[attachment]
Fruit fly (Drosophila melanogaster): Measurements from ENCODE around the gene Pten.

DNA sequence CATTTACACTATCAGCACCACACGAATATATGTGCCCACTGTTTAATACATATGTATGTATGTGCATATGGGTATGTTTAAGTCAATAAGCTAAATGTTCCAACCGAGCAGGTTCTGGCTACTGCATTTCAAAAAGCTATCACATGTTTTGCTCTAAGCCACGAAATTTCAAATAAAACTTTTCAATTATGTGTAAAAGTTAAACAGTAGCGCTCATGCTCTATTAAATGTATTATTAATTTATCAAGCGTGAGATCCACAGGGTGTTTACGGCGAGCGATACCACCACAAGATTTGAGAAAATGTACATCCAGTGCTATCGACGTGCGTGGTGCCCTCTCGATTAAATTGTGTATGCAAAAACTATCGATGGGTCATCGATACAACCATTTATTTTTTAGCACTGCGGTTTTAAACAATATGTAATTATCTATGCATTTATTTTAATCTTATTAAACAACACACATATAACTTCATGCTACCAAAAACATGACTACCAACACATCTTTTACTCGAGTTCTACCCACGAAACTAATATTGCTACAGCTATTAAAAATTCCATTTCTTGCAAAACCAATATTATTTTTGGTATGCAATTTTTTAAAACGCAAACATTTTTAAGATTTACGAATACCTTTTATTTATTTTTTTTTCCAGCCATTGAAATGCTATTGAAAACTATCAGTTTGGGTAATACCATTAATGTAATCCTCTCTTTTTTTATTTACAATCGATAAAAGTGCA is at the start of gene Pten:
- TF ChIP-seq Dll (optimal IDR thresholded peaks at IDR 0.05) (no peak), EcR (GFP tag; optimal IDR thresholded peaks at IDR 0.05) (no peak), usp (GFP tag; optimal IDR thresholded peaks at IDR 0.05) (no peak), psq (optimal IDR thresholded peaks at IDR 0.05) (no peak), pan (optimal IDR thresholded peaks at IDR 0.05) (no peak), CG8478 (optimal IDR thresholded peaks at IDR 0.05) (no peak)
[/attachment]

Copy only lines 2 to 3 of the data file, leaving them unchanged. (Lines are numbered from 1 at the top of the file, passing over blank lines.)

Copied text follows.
DNA sequence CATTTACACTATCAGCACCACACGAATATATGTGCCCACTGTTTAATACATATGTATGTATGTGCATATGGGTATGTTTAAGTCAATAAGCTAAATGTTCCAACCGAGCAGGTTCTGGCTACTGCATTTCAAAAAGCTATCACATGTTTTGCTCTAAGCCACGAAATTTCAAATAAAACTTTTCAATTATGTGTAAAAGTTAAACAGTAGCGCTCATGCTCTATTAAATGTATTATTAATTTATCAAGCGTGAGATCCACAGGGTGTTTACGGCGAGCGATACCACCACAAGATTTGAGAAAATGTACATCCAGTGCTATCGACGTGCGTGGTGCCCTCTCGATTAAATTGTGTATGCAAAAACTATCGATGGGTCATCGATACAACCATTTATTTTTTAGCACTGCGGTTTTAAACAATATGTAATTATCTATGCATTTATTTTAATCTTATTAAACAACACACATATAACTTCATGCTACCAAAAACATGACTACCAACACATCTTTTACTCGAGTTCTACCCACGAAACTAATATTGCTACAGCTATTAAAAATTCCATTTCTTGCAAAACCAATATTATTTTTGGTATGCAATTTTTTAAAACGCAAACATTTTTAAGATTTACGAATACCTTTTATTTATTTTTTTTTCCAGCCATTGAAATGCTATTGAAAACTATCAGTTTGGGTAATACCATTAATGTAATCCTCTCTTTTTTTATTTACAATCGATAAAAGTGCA is at the start of gene Pten:
- TF ChIP-seq Dll (optimal IDR thresholded peaks at IDR 0.05) (no peak), EcR (GFP tag; optimal IDR thresholded peaks at IDR 0.05) (no peak), usp (GFP tag; optimal IDR thresholded peaks at IDR 0.05) (no peak), psq (optimal IDR thresholded peaks at IDR 0.05) (no peak), pan (optimal IDR thresholded peaks at IDR 0.05) (no peak), CG8478 (optimal IDR thresholded peaks at IDR 0.05) (no peak)